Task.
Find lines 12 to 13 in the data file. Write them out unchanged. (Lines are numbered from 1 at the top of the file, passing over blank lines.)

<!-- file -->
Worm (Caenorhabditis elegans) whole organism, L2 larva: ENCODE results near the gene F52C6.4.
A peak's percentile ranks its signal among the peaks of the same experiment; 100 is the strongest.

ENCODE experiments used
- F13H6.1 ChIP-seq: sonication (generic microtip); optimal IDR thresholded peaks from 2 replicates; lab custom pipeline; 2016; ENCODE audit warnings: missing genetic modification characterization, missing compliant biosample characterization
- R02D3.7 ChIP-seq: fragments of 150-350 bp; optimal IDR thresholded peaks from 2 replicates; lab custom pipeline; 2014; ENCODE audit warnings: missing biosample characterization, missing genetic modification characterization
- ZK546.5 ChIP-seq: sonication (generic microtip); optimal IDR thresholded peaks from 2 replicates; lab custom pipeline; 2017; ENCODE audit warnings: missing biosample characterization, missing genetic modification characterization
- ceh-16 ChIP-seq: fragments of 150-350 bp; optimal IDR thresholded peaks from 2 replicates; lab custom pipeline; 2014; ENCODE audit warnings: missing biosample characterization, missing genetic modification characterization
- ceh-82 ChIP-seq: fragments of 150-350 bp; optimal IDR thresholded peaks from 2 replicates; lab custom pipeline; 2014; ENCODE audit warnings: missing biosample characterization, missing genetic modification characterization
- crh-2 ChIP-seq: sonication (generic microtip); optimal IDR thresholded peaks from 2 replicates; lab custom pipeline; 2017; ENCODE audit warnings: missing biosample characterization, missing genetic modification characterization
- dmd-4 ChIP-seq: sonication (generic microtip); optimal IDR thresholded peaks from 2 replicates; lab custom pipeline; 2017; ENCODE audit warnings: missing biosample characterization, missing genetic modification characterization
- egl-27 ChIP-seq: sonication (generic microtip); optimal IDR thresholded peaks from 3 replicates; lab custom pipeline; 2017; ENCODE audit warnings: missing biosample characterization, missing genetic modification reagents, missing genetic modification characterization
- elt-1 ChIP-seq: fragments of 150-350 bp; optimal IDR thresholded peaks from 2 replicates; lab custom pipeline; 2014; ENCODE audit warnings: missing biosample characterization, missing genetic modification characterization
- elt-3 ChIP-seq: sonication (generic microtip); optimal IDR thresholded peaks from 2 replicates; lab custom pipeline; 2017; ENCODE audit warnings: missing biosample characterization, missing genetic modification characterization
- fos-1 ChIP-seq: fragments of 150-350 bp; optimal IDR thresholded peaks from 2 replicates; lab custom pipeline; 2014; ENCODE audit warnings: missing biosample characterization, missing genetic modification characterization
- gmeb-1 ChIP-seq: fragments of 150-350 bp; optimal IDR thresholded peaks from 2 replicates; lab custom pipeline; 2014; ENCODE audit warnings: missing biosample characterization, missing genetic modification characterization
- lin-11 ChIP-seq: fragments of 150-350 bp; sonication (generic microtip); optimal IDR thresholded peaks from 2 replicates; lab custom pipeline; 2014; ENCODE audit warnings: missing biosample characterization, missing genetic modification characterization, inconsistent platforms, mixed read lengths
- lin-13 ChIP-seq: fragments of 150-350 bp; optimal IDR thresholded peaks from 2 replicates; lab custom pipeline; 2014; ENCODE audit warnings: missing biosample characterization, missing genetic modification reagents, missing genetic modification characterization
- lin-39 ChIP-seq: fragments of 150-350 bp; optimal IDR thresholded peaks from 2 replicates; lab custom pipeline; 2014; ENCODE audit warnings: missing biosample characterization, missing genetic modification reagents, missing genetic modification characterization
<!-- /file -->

- elt-1 ChIP-seq: fragments of 150-350 bp; optimal IDR thresholded peaks from 2 replicates; lab custom pipeline; 2014; ENCODE audit warnings: missing biosample characterization, missing genetic modification characterization
- elt-3 ChIP-seq: sonication (generic microtip); optimal IDR thresholded peaks from 2 replicates; lab custom pipeline; 2017; ENCODE audit warnings: missing biosample characterization, missing genetic modification characterization